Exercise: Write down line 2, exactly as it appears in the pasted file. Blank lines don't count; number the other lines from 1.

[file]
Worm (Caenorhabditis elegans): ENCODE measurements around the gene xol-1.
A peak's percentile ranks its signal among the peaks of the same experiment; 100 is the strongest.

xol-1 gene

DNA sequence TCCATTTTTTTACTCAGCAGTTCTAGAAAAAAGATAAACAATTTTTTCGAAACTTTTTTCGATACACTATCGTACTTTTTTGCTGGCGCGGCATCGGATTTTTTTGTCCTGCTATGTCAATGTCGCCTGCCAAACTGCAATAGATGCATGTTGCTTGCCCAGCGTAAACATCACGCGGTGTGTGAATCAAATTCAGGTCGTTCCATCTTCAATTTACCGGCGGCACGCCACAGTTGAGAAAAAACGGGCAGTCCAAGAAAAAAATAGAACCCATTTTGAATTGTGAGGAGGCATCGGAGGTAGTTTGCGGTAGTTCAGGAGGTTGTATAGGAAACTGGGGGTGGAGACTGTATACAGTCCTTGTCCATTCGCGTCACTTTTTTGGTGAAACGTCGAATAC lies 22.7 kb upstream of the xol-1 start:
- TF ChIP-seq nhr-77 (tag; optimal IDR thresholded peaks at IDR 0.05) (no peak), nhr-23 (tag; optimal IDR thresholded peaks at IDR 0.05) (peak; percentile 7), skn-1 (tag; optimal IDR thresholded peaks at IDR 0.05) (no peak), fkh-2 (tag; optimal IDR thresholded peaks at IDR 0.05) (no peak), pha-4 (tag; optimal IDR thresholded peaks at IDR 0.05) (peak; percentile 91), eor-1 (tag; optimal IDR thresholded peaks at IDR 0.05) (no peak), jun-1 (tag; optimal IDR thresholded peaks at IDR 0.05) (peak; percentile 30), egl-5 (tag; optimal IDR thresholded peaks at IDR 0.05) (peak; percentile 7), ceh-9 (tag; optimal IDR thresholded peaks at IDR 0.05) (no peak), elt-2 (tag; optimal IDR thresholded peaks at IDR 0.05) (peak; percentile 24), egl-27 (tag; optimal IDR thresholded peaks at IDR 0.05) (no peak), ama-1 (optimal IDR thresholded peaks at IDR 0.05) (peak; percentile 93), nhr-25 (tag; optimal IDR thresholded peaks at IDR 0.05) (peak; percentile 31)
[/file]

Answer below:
A peak's percentile ranks its signal among the peaks of the same experiment; 100 is the strongest.